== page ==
Sunday, February 18, 2018

Jack Scott writes

Laundry Day

Poor mother monkey 

at the rich mother zoo 
drowns again her sorrow, 
her lifeless baby live again; 
it is so freshly limp and loose 
she believes she can 
by scrubbing. 
Across the moat, 
another mother, seeing, 
aims peanuts awkwardly 
with her wrong hand, 
toying her own baby’s happy hands 
with her right 
in the Ivory Soap sunshine, 
her own laundry done. 
Image result for monkey mother paintings
Mother And Baby Monkey -- Adam Romanowicz

1 comment:

  1. In 1840 the J.B. Williams Company in Glastonbury, Connecticut, manufactured Ivorine soap but sold it to Procter & Gamble in order to focus on shaving soap. The son of one of the firm's founders, Harley Procter, changed the product's name to Ivory (inspired by Psalms 45:8 -- "All thy garments smell of myrrh, and aloes, and cassia, out of the ivory palaces whereby they have made thee glad." It was trademarked in 1874 and marketed in 1879. James N. Gamble, son of the other founder, discovered that by whipping the soap with air during the production process would allow the bar to float. Due to the prodyct's success Proctor & Gamble is sometimes called Ivory Towers; Milliken (a neighborhood in Staten Island, New York) was called Port Ivory because of the P&G factory there, and the company's research center in St. Bernard, Ohio, is called Ivorydale.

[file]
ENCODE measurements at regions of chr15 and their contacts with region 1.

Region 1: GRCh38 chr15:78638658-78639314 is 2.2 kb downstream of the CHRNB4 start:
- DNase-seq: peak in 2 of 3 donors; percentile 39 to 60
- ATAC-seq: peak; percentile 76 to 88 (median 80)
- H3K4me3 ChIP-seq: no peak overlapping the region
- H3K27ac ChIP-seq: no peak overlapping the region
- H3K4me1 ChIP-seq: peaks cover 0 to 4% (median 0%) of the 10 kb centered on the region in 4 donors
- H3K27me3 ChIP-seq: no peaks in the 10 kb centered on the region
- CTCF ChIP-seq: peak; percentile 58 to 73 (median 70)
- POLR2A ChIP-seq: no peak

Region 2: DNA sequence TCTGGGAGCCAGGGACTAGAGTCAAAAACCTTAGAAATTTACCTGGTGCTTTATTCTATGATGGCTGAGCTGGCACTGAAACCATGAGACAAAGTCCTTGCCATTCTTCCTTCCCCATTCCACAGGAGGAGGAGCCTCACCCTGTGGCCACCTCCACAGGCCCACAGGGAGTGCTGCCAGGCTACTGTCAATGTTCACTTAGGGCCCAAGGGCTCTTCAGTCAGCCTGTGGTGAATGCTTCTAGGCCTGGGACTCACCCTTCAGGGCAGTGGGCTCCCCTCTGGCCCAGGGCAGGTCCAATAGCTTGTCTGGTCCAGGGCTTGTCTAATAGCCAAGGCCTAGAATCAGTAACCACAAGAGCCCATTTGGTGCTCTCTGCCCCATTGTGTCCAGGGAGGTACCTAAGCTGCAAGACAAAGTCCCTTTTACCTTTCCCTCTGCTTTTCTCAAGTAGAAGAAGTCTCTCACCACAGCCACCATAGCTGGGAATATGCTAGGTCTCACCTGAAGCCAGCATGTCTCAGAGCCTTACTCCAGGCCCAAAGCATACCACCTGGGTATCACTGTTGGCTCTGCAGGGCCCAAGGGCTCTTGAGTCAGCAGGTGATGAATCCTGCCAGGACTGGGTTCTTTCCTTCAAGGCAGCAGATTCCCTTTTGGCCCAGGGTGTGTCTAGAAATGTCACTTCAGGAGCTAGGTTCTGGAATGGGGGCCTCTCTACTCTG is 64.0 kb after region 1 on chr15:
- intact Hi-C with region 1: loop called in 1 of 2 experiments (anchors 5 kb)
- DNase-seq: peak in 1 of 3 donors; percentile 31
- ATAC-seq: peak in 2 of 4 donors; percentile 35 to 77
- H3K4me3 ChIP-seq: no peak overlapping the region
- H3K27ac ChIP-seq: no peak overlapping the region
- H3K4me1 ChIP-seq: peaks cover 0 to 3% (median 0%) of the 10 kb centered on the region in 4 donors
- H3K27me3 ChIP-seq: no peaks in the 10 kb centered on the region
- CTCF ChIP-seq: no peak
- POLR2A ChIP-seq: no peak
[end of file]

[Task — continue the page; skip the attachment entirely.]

and sold Ivorine to Procter & Gamble, who later renamed it Ivory.[1]


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